Integrated Use of Grafting Technology to Improve Disease Resistance, Yield and Fruit Quality in Organic Heirloom Tomato Production
Grafted heirloom tomatoes showed improved root-knot nematode resistance as compared to nongrafted and self-grafted controls under organic production. Interestingly, there was no clear relationship between root galling and tomato yields. Moreover, the two heirloom tomato scions ‘Brandywine’ and ‘Flamme’ exhibited differential responses to the two rootstocks used in terms of yield performance. Fruit quality was generally not affected by grafting treatments. Economic analysis showed that grafting could be a cost effective solution to root-knot nematode control during the transition to organic production when high populations of nematodes are present.
Objective 1: Examine the effectiveness of using rootstocks in organic production of grafted heirloom tomato to provide resistance or tolerance to soilborne diseases and root-knot nematodes.
Objective 2: Assess growth promotion, yield increase, and fruit quality in grafted heirloom tomato production under organic growing conditions.
Objective 3: Analyze the costs and returns of producing and using grafted heirloom tomatoes in organic farming systems and provide updated information on the economic feasibility of adopting tomato grafting technology for these systems.
The heirloom tomato cultivars Brandywine and Flamme were grafted onto ‘Multifort’ and ‘Survivor’ rootstocks. Field trials were conducted in the spring season of 2011 at the University of Florida Plant Science Research and Education Unit in Citra, FL. In addition to the organic field trial, a trial was carried out on a site with a history of continuous nematode infestation that had been managed conventionally in previous years. The plants used in this trial were produced and grown following organic practices. This trial was designed to reflect growing conditions during a typical three-year transition period from conventional to organic production.
In both trials there were eight treatments consisting of nongrafted and self-grafted scions and the scion-rootstock combinations. A randomized complete block design was used with five replications.Fruit were harvested at the breaker stage of ripeness. Assessments of nematode infestation on plant roots were conducted after the final harvest. Total leaf area and above-ground biomass were also measured.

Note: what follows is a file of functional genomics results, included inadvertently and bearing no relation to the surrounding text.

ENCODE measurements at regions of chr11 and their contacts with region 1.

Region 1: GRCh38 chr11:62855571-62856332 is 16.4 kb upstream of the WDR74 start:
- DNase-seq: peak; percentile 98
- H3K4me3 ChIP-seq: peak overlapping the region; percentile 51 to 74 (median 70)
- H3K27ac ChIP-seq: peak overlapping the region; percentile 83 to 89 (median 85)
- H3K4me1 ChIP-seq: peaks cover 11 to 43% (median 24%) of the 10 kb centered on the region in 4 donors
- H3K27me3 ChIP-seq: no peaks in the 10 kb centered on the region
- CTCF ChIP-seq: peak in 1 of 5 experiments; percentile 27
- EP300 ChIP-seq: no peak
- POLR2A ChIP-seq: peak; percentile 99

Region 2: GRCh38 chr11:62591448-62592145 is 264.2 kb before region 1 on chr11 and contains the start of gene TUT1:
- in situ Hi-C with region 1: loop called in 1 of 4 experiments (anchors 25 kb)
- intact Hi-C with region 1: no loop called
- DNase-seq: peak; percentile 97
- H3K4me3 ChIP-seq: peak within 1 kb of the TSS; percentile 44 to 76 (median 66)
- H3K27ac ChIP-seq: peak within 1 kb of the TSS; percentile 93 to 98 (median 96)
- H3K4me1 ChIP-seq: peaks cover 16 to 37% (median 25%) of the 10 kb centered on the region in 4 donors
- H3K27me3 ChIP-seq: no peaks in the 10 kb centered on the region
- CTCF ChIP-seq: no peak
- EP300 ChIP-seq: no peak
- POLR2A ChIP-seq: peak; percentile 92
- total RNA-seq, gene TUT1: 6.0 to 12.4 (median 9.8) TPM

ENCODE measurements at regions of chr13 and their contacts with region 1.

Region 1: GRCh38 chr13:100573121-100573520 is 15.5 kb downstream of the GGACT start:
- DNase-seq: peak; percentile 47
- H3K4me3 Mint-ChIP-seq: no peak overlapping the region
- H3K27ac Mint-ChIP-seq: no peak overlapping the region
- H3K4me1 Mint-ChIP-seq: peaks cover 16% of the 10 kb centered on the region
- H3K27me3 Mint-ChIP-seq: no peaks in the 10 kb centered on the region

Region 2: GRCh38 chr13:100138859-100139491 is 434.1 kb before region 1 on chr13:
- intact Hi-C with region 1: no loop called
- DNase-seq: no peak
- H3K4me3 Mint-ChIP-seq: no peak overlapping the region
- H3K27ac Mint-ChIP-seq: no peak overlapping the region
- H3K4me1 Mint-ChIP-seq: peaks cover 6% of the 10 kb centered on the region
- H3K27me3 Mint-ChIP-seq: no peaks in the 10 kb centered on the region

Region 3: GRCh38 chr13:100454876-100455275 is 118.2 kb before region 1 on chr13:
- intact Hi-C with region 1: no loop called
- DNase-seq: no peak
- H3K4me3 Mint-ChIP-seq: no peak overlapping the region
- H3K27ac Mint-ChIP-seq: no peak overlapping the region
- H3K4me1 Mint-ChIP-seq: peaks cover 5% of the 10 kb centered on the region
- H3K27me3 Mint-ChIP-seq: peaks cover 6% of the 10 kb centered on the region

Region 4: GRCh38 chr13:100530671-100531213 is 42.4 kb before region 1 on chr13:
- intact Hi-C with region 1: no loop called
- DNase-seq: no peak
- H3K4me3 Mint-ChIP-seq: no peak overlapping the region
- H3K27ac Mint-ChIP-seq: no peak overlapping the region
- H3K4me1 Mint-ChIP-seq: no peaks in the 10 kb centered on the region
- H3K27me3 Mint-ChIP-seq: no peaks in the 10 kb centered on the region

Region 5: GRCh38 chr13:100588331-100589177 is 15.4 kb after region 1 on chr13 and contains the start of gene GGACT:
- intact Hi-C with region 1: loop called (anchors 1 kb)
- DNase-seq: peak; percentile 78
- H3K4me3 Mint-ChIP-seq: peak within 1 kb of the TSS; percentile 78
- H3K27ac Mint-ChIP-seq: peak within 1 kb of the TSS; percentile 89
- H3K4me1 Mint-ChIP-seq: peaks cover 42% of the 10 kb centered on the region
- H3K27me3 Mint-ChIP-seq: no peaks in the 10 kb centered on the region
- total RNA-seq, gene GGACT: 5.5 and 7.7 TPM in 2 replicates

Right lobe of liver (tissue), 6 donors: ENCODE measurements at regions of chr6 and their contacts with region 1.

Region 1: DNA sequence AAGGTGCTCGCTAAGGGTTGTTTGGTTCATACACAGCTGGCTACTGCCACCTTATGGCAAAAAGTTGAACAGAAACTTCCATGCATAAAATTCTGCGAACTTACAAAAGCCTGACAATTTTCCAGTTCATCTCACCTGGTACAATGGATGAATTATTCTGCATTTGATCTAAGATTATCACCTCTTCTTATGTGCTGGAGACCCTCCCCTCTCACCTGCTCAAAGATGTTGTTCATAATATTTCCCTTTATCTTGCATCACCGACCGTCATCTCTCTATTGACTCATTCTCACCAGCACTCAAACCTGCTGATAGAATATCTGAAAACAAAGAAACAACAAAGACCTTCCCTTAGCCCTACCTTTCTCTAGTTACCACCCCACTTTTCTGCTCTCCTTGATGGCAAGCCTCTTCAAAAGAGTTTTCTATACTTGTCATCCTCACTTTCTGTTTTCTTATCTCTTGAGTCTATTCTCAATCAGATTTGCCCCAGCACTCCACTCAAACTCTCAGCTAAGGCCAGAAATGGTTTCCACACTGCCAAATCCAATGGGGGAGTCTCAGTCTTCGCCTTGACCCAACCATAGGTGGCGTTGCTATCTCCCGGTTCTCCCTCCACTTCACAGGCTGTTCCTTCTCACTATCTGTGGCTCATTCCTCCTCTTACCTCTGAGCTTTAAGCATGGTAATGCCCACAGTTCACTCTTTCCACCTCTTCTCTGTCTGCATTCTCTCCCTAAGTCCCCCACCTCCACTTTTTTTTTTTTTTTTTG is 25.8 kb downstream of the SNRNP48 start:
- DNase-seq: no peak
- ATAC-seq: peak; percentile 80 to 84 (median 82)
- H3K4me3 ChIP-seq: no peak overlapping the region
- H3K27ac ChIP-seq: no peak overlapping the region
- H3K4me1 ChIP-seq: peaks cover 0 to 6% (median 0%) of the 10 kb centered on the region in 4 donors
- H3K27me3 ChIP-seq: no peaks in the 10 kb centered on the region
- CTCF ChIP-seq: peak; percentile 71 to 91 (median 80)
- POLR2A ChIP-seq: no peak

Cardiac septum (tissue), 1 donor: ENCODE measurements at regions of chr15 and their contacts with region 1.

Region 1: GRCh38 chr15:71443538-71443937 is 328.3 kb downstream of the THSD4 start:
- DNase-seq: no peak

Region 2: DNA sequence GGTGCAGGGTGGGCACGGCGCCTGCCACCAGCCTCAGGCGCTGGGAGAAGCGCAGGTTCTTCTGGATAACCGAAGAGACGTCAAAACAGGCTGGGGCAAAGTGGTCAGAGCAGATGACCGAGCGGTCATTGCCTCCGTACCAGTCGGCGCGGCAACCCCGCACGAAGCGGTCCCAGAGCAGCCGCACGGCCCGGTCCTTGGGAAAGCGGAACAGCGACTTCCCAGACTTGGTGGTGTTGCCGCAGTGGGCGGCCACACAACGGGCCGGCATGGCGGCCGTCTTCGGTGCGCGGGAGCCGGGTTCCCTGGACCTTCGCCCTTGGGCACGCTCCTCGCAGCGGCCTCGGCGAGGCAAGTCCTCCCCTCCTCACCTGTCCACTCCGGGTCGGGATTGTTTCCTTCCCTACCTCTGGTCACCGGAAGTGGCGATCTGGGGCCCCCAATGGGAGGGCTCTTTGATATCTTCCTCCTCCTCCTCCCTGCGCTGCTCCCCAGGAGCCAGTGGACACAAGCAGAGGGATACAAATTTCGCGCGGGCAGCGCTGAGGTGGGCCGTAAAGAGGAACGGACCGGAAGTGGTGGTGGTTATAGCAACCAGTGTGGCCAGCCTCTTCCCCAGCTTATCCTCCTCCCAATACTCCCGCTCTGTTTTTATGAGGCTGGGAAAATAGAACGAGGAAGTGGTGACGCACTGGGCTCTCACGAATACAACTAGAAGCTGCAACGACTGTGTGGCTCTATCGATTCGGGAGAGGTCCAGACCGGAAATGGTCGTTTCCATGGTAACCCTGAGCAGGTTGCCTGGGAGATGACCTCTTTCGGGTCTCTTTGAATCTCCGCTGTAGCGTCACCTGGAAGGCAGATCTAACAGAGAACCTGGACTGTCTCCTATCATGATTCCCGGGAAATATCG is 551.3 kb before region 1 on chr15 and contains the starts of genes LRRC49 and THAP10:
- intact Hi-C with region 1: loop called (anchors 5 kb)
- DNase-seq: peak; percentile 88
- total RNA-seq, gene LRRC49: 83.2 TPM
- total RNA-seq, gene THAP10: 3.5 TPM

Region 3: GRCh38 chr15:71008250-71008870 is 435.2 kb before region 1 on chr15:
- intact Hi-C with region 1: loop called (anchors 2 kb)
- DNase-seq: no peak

Consumer sensory analyses were conducted to assess the overall appearance, overall acceptability, firmness, tomato flavor, and sweetness of grafted and non-grafted heirloom tomato fruit. Fruit quality attributes including vitamin C, soluble solids content, pH, and total titratable acidity were also determined. In addition, cost of grafted heirloom tomato transplants was estimated. A sensory analysis was performed to compare the partial net return of nongrafted and grafted heirloom tomato production.
Impacts and Contributions/Outcomes
The results of this study demonstrated the effectiveness of using resistant rootstocks in root-knot nematode management in organic heirloom tomato production. Particularly under high pressure of root-knot nematode infestations, grafting may be an economically feasible pest control measure to help maintain a profitable production given that the risk of economic crop losses due to root-knot nematodes outweighed the higher cost of grafted transplants. When assessing whether or not to use grafted tomato plants for RKN management, growers need to consider the severity of the RKN infestation, the growing system, and the scion and rootstock cultivars to be used. Overall, grafting with disease resistant rootstocks did not show any consistent negative effect on tomato fruit quality attributes.
University of Florida, Department of Horticultural Sciences
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